WordPress is very solid blogging engine. Add in the plugin ecosystem around it and it can be used to build literally any CMS you can possibly imagine.
My dream for Datasette is to apply the same model: I want a strong core for publishing and exploring data that’s enhanced by plugins to solve a huge array of data analysis, visualization and API-backed problems.
Datasette has a range of plugin hooks already, but I’ve so far held back on implementing the most useful class of hooks: hooks that allow developers to add entirely new URL routes exposing completely custom functionality.
The reason I held back is that I wanted to be confident that the contract I was offering was something I would continue to support moving forward. A plugin system isn’t much good if the core implementation keeps on changing in backwards-incompatible ways.
ASGI is the exact contract I’ve been waiting for. It’s not quite ready yet, but you can follow #520: prepare_asgi plugin hook (thoughts and suggestions welcome!) to be the first to hear about this hook when it lands. I’m planning to use it to make my asgi-cors library available as a plugin, after which I’m excited to start exploring the idea of bringing authentication plugins to Datasette (and to the wider ASGI world in general).
I’m hoping that many Datasette ASGI plugins will exist in a form that allows them to be used by other ASGI applications as well.
I also plan to use ASGI to make components of Datasette itself available to other ASGI applications. If you just want a single instance of Datasette’s table view to be embedded somewhere in your URL configuration you should be able to do that by routing traffic directly to the ASGI-compatible view class.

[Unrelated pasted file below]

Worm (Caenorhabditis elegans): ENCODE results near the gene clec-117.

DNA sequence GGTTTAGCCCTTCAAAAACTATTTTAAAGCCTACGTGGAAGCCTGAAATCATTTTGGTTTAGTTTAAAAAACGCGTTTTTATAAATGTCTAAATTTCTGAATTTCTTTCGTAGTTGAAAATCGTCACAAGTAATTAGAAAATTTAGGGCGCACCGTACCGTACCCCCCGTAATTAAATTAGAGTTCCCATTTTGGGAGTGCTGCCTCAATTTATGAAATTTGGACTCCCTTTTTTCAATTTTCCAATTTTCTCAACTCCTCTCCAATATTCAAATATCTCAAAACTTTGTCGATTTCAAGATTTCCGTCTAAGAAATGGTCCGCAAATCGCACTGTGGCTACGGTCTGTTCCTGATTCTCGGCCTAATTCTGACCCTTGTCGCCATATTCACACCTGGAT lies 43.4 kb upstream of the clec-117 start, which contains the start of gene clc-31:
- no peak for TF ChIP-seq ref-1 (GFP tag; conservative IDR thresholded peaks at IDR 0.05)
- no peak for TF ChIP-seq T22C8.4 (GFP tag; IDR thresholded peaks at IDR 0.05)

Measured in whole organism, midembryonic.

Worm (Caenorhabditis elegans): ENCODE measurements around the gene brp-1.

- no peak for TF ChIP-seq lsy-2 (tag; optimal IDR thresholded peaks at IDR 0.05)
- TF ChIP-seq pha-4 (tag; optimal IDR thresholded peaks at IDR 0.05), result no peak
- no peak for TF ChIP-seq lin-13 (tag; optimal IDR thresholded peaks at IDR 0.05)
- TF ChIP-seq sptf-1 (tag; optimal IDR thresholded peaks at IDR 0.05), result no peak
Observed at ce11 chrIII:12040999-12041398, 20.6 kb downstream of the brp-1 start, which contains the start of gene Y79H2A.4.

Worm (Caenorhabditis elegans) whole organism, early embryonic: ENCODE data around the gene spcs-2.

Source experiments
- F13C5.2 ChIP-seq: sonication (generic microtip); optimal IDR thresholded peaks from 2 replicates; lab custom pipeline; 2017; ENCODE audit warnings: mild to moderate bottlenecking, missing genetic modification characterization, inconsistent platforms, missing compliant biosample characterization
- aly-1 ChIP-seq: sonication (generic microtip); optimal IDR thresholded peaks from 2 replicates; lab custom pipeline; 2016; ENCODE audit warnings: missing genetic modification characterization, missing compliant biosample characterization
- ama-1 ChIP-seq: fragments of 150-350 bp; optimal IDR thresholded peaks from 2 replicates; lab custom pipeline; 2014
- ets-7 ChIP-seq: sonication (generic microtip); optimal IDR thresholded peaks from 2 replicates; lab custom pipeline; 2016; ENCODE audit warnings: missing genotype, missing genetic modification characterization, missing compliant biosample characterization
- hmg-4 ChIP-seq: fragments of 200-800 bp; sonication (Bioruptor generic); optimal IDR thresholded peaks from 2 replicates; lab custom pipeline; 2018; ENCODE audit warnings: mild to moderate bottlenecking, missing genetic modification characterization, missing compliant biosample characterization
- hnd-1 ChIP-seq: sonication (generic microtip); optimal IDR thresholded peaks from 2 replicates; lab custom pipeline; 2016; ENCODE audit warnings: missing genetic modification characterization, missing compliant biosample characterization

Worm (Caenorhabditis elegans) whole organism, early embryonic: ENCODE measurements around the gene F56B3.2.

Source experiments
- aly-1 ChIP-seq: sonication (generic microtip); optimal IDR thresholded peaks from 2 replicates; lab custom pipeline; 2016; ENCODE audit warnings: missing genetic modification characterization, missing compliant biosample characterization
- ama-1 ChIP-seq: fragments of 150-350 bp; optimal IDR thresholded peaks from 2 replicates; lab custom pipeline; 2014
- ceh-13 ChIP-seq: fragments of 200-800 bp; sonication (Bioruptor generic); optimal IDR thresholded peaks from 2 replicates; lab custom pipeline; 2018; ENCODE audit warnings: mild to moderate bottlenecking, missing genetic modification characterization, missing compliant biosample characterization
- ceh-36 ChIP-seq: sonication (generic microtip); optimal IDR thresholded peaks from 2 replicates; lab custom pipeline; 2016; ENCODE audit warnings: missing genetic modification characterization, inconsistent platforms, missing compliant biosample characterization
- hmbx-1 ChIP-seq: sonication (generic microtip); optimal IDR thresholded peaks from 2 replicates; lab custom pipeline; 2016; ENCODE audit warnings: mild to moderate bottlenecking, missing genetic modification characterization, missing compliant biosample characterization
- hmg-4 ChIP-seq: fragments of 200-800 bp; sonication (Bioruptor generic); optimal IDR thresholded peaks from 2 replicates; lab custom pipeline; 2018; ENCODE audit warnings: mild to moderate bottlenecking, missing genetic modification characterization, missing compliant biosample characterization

I’m really excited about exploring the intersection of ASGI turtles-all-the-way-down and pluggy’s powerful mechanism for gluing components together. Both WSGI and Django’s reusable apps have attempted to create a reusable ecosystem in the past, to limited levels of success. Let’s see if ASGI can finally make the turtle dream come true.
Hello ASGI by Tom Christie is the best introduction to ASGI I’ve seen. Tom is the author of the Uvicorn ASGI server (used by Datasette as-of this evening) and Starlette, a delightfully well-designd ASGI web framework. I’ve learned an enormous amount about ASGI by reading Tom’s code. Tom also gave a talk about ASGI at DjangoCon Europe a few months ago.
If you haven’t read A Django Async Roadmap by Andrew Godwin last year you should absolutely catch up. More than just talking about ASGI, Andrew sketches out a detailed and actionable plan for bringing asyncio to Django core. Andrew landeded the first Django core ASGI code based on the plan just a few days ago.
If you’re interested in the details of Datasette’s ASGI implementation, I posted detailed commentary on issue #272 over the past thirteen months as I researched and finalized my approach. I added further commentary to the associated pull request, which gathers together the 34 commits it took to ship the feature (squashed into a single commit to master).